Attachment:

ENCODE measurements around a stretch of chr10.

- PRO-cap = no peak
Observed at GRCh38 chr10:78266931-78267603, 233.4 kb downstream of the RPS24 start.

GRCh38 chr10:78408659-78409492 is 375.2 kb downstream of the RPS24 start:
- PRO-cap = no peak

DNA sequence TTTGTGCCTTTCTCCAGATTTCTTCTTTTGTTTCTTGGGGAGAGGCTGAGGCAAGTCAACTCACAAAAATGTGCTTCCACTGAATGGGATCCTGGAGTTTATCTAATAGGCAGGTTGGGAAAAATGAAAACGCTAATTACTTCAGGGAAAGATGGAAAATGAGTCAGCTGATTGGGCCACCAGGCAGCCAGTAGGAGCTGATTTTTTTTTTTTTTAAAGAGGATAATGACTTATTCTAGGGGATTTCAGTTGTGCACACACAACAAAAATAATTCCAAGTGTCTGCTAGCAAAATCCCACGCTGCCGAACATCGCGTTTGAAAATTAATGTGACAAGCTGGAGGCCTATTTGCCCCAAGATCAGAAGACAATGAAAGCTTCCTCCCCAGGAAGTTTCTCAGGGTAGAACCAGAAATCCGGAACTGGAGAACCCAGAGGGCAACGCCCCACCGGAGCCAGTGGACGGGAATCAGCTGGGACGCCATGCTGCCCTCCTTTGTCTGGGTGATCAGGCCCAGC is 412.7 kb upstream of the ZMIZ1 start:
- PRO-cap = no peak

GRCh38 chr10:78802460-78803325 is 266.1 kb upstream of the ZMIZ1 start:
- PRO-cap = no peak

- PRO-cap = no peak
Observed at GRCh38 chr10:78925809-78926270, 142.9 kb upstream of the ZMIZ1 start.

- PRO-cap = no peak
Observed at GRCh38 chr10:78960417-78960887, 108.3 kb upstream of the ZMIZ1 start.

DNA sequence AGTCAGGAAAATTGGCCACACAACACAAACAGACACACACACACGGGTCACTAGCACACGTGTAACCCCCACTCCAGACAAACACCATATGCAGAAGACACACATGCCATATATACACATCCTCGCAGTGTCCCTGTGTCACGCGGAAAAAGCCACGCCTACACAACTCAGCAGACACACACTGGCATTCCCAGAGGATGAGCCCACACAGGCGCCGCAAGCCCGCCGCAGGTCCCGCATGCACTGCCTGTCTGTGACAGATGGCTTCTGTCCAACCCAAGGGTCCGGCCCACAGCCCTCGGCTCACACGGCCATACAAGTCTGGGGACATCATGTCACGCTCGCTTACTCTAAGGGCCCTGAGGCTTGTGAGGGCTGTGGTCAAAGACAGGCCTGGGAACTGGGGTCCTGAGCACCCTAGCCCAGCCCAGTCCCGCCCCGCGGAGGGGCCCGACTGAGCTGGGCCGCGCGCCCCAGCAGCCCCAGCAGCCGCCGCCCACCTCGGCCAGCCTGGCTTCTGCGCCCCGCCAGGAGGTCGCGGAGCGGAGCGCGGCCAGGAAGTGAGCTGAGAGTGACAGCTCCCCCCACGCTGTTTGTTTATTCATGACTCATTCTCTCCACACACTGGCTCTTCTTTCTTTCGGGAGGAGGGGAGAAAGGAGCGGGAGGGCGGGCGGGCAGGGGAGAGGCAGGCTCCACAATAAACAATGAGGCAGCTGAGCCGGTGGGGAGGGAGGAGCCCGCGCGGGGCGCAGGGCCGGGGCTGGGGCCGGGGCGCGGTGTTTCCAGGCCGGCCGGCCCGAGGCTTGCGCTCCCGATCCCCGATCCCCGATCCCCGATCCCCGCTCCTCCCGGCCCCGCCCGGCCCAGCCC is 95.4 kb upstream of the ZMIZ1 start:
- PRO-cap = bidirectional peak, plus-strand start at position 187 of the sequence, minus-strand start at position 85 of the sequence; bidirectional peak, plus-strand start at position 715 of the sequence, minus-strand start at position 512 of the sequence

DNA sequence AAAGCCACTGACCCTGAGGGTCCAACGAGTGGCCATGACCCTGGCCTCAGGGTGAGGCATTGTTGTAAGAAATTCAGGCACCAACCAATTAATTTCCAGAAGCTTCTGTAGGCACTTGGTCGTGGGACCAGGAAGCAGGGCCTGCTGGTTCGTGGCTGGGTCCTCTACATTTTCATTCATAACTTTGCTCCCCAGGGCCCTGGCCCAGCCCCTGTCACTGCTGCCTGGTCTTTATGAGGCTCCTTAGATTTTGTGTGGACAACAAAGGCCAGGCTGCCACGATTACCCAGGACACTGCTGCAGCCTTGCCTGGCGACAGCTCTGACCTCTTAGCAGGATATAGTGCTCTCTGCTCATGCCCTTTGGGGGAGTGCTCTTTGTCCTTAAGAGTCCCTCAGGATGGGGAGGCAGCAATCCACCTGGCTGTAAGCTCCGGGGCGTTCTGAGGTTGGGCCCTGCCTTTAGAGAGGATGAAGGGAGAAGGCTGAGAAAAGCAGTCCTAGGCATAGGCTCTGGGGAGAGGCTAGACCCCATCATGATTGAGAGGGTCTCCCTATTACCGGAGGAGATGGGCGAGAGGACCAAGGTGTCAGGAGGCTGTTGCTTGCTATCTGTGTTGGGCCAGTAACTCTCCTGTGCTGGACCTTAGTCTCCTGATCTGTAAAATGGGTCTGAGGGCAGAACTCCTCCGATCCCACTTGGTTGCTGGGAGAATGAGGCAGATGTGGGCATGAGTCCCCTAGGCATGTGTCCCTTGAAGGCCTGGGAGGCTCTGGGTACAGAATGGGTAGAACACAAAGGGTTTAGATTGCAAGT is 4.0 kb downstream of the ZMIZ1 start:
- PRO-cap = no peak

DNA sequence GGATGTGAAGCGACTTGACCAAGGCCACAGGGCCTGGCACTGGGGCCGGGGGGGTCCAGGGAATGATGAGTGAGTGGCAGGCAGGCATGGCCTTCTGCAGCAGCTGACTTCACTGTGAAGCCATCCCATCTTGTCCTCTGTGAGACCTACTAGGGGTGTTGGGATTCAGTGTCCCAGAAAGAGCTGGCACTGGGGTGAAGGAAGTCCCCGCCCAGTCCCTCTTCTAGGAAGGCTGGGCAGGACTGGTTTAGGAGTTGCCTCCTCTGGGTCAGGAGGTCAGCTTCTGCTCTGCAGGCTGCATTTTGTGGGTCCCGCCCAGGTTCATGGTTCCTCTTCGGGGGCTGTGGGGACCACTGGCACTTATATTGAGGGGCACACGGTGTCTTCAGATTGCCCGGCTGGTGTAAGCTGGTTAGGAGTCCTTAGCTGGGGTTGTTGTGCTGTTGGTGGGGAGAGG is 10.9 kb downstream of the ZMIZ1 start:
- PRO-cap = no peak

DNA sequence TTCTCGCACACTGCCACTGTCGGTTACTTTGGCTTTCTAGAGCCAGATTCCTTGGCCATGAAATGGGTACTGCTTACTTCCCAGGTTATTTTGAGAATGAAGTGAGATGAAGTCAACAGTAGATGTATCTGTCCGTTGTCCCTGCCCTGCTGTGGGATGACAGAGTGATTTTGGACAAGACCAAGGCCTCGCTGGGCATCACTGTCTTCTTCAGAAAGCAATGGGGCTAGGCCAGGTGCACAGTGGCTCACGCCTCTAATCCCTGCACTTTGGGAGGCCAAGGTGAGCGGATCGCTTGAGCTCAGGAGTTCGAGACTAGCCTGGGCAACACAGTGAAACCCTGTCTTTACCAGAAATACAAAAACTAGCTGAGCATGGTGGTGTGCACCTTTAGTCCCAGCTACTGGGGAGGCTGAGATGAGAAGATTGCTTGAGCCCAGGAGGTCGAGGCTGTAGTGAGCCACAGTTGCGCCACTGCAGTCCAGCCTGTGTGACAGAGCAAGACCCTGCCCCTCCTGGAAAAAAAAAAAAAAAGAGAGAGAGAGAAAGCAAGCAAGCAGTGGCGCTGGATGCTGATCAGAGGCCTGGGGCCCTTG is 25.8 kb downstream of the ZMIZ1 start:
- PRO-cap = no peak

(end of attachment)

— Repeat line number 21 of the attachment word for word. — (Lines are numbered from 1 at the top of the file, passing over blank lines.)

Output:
- PRO-cap = no peak